taking the words of Jesus seriously

Christianity in the United States is at a moral crossroads.

Our ability as followers of Jesus to courageously seek unity in the body of Christ while responding to the political divisions of our day will determine the efficacy of our Christian witness. I’m inviting you to join with other evangelicals and Christians across the political spectrum to affirm that Christians of goodwill can have divergent political perspectives or to call the immoral actions of our president to account. Let me explain.

On August 22, 2019, the Washington Post published this brief letter to the editor as a part of their commentary on “evangelicals for and against Trump.” My letter began, “I am white. I am evangelical. I love Jesus, and I love the Bible. I am fiscally conservative but socially progressive… Black, Latino, Asian and other ethnic groups that help make up the beautiful diversity of the United States and who also believe in Jesus and the Bible (i.e. evangelical Christian tenets) find Mr. Trump to be an abomination of the ideals of liberty, freedom, and equality that the United States is supposed to represent.” I encouraged readers to listen and elevate the voices of leaders of color who uphold “their ideals of evangelicalism while also promoting principles of love, mercy, compassion, and justice.”

Now, at the dawn of a new decade, the question of who gets to define evangelical political perspectives in the United States is more acute than ever. On December 19, 2019, the general editor of Christianity Today Mark Galli wrote an editorial called “Trump Should Be Removed from Office” calling for American Christians to break the silence and reveal “the president’s character” and his “blackened moral record,” because the very witness of our Lord and Savior is at stake. The international media exploded and a few days later, CNN reported that nearly 200 evangelical leaders slammed Christianity Today in response to the editorial. The media seems to believe that the vast majority of evangelicals agree with those 200 leaders in their unadulterated support of the president and his policies. They are wrong.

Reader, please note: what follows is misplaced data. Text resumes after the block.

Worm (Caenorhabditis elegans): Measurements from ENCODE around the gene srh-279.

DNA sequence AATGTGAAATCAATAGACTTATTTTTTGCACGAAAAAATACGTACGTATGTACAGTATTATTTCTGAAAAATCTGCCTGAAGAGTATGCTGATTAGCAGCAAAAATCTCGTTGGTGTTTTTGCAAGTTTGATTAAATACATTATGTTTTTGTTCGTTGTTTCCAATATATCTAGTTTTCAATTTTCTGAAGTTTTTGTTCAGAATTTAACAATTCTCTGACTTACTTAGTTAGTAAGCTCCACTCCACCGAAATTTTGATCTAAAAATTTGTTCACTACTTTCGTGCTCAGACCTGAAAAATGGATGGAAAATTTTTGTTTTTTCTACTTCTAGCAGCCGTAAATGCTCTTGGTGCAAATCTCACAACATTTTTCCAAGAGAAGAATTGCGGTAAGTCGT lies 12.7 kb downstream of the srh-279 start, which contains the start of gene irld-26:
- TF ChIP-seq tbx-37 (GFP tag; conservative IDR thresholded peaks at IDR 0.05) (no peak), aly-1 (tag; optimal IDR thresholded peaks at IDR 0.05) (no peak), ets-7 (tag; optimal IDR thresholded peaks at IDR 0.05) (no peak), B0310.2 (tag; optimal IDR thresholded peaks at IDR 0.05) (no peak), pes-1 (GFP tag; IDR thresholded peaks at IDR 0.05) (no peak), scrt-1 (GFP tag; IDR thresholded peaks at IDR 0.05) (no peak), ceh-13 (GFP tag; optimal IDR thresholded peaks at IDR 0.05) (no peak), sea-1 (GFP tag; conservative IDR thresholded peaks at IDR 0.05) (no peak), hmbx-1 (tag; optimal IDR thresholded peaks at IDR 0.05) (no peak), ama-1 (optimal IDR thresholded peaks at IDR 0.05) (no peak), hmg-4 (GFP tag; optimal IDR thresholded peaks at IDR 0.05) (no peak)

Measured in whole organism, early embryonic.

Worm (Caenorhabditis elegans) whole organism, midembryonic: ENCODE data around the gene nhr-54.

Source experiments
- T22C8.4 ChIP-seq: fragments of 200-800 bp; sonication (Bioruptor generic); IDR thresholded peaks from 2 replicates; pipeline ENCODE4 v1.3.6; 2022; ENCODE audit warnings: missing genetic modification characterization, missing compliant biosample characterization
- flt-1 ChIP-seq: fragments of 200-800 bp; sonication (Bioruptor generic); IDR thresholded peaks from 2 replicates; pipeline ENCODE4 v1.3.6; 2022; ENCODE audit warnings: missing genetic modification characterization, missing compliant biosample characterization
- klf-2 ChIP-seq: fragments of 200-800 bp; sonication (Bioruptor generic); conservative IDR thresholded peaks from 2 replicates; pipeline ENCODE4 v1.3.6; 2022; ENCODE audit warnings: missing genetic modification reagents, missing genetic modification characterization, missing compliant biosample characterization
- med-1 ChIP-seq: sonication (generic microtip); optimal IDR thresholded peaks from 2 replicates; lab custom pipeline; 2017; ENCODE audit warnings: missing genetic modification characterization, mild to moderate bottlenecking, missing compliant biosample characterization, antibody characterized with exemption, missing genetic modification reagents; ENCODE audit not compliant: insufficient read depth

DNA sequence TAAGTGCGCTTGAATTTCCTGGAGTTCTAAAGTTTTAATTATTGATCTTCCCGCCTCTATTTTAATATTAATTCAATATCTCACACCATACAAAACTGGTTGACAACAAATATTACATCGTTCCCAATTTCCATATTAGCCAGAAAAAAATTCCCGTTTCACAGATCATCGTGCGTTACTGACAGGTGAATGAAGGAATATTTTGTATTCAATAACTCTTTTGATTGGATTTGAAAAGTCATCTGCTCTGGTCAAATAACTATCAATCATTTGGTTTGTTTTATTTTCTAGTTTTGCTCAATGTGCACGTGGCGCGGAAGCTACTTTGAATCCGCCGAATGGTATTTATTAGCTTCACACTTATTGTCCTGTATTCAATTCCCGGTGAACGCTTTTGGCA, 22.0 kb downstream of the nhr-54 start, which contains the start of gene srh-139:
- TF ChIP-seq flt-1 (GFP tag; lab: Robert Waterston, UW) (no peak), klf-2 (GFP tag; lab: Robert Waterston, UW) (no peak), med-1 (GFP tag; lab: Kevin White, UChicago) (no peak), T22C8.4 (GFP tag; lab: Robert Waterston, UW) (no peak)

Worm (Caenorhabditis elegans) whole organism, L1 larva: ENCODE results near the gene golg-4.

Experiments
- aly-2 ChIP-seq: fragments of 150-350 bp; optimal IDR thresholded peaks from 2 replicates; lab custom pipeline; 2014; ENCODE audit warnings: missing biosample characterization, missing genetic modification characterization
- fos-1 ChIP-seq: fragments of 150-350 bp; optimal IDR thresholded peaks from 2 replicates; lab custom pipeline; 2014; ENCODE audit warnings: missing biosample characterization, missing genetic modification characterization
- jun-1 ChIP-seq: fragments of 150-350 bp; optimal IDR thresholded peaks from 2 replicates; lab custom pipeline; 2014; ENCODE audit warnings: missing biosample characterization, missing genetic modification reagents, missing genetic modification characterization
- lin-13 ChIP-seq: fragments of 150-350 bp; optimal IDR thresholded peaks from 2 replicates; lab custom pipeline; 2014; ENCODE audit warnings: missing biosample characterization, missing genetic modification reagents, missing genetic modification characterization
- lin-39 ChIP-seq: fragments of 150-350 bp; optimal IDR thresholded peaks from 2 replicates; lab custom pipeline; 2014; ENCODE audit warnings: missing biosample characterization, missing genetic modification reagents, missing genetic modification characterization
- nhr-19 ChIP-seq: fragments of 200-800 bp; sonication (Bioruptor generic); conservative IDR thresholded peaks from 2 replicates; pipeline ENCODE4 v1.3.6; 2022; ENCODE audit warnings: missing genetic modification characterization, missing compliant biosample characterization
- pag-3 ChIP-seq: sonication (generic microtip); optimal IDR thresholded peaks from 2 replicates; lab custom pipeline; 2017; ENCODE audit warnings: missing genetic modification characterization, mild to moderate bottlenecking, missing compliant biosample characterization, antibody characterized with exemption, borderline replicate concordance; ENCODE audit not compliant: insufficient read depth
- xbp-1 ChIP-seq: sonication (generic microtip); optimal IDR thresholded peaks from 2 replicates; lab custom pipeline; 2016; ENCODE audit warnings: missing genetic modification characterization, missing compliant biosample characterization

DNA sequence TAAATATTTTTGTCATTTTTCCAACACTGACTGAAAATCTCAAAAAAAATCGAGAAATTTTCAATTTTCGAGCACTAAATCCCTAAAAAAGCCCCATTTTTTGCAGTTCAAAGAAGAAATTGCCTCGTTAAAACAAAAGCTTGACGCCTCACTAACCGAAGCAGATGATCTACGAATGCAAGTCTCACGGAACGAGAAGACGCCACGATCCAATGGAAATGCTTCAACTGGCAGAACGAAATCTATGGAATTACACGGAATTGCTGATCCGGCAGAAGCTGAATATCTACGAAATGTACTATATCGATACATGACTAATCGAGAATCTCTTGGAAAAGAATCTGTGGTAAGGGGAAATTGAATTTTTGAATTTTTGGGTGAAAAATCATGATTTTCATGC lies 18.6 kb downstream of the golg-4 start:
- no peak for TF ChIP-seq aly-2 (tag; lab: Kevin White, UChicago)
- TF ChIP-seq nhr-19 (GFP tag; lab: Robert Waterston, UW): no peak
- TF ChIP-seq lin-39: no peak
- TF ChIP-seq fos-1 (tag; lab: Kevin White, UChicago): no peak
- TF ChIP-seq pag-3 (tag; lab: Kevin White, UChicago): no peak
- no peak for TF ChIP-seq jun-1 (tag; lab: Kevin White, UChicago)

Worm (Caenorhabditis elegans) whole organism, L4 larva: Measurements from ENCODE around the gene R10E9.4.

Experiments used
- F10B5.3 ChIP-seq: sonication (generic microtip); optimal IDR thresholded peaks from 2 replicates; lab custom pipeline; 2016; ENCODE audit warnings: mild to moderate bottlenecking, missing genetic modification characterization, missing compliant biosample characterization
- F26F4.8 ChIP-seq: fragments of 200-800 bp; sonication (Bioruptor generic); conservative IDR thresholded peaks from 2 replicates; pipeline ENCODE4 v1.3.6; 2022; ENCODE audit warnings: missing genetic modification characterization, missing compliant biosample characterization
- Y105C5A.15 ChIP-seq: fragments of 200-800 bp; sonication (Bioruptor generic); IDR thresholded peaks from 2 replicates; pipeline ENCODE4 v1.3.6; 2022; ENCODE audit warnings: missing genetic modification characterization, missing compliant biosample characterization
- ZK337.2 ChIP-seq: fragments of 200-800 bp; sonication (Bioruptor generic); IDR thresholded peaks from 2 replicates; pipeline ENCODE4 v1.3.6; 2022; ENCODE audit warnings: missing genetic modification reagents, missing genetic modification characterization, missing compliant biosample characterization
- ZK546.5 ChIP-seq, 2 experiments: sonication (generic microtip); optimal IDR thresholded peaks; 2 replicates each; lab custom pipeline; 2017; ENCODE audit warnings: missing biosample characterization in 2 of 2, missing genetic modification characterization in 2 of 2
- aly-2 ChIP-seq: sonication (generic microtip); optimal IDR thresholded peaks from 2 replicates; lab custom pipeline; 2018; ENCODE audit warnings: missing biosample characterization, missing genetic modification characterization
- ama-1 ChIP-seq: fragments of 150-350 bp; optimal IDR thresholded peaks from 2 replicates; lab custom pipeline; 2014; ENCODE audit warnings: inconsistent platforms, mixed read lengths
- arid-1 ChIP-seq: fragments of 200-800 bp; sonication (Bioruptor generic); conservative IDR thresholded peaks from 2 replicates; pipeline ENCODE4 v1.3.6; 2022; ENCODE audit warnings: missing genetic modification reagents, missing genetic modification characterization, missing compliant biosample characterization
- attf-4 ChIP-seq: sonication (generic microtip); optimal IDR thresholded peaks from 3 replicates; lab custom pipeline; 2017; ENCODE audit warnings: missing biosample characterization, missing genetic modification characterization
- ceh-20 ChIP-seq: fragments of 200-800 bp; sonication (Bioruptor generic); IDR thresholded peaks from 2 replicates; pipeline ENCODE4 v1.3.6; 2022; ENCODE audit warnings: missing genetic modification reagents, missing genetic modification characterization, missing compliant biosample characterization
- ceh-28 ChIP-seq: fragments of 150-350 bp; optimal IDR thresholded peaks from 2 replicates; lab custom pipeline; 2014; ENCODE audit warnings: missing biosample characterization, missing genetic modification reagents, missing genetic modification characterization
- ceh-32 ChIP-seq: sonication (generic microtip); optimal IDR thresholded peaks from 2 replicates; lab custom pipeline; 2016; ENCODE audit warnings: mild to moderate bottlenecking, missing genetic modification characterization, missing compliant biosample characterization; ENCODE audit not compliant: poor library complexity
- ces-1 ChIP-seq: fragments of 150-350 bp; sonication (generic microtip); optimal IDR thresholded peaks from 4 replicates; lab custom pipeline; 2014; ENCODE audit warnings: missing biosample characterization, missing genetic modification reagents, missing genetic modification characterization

How should Christians and people of faith respond to the questions surrounding our president’s character? I wholeheartedly agree with Christianity Today that it is possible for Christians to hold beliefs across the political spectrum and maintain Christian integrity. While I at times have much in common with my friends and community who identify as liberal evangelicals, we often have different political perspectives and theological frameworks. It is okay that we may vote differently. However, there are times where the gross moral violations of those in leadership demand Christian unity.

As the New Year begins, we must now speak out in response to the immorality of our president. We can no longer afford to remain silent. After Galli’s CT editorial was published, I found myself deeply distressed. I lead a bipartisan nonprofit based on Capitol Hill in Washington, D.C., that works with Republicans and Democrats. We have relationships with the State Department and White House and seek to inform and influence U.S. policies related to the Middle East. There are many reasons I should not be engaged in this fight. There are many reasons I could choose to remain silent. I suspect many Christians around the U.S. have excuses similar to mine about why it is permissible for us to not engage. I no longer believe we have a legitimate excuse.

In response to Mark Galli’s piece, several evangelical and Christian leaders joined me in a statement released on Christmas Eve in support of Christianity Today. We had more than 500 signatures within the first 24 hours over Christmas. The majority of the original signers were not the “usual suspects” and, in fact, many of them rarely speak out about political issues.

Compelled to respond to the critiques of Christianity Today, signers included individuals like American theologian Richard Mouw, President Emeritus and Professor of Faith and Public Life at Fuller Theological Seminary; Sam Logan, President Emeritus of Westminster Theological Seminary and Associate International Director of the World Reformed Fellowship; George Marsden, Professor of History Emeritus, University of Notre Dame; Richard Foster who first introduced many evangelicals to spiritual disciplines; Ron Sider and Nikki Toyama-Szeto of Evangelicals for Social Action (ESA); and author and former editor of Today’s Christian Woman Dale Hanson Bourke. At the writing of this piece, the statement has more than 1,500 additional signatures. We hope you might add your name to our statement here.